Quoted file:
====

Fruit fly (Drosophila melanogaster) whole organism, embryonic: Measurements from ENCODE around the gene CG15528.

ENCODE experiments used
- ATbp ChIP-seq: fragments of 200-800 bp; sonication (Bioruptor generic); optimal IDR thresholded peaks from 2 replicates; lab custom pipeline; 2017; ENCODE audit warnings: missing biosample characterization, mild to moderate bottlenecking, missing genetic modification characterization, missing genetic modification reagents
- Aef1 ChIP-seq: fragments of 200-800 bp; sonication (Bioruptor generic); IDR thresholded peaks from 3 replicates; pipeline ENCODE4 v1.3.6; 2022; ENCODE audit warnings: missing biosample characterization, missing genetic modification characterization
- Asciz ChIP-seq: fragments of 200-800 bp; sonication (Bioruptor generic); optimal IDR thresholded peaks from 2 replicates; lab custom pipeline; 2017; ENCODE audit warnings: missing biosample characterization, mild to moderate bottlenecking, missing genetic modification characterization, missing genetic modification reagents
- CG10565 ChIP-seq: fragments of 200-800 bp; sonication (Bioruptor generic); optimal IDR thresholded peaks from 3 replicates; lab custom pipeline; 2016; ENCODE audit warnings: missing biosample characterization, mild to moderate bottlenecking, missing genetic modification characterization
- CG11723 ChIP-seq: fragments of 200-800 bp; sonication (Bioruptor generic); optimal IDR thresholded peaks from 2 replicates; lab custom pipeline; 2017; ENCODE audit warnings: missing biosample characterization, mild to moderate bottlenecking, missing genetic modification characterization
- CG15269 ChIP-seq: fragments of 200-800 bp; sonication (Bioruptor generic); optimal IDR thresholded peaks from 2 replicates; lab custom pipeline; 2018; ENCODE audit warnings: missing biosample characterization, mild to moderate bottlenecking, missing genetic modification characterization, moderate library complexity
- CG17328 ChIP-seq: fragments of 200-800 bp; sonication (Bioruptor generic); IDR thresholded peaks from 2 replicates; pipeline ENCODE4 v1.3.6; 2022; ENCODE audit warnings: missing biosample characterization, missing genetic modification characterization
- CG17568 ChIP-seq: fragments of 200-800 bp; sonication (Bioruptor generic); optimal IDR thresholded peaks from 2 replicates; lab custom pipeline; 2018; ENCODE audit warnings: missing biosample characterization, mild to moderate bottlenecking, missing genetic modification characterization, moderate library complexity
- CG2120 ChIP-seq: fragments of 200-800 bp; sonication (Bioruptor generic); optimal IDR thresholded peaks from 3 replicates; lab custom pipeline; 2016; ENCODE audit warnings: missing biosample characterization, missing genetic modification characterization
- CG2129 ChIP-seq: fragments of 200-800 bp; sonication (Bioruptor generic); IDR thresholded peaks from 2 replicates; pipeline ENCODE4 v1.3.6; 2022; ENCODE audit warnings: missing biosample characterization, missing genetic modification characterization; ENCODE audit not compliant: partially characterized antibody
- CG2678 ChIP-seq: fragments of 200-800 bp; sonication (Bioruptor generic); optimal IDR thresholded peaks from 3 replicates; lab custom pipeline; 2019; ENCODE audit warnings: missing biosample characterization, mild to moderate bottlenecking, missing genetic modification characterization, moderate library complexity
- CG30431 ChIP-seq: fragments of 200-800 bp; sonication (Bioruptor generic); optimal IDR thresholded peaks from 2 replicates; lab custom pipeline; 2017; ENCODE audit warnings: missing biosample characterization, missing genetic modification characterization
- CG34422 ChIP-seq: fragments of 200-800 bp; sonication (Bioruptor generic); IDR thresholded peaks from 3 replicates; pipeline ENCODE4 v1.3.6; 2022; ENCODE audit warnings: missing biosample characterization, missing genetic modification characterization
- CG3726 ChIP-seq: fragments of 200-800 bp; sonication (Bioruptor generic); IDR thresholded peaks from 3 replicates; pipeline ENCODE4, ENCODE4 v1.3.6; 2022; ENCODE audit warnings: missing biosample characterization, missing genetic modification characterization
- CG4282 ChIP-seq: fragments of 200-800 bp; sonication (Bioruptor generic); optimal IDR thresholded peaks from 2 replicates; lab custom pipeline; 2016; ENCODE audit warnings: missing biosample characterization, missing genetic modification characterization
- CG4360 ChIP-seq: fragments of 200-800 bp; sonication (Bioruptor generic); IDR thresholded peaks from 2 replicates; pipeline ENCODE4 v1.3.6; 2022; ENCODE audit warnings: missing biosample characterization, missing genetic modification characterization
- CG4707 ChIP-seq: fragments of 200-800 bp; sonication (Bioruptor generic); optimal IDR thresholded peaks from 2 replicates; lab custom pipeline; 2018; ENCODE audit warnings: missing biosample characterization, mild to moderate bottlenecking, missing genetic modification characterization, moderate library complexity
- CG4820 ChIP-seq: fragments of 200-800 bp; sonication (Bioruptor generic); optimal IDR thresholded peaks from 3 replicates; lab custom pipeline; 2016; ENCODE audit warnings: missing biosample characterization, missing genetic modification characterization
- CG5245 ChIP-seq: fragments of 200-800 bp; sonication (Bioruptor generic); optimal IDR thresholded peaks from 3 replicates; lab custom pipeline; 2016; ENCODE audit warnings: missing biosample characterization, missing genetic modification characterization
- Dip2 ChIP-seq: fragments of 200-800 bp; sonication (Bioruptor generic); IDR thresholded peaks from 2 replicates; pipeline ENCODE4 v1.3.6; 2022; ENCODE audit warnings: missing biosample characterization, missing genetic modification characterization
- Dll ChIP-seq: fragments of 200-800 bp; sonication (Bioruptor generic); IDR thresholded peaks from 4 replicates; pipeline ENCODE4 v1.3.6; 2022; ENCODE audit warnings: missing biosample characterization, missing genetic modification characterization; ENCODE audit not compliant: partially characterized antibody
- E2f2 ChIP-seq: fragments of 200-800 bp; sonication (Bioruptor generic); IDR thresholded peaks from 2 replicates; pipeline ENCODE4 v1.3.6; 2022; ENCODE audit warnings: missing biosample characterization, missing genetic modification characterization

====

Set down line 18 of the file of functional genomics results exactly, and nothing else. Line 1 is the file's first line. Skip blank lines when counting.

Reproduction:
- CG4360 ChIP-seq: fragments of 200-800 bp; sonication (Bioruptor generic); IDR thresholded peaks from 2 replicates; pipeline ENCODE4 v1.3.6; 2022; ENCODE audit warnings: missing biosample characterization, missing genetic modification characterization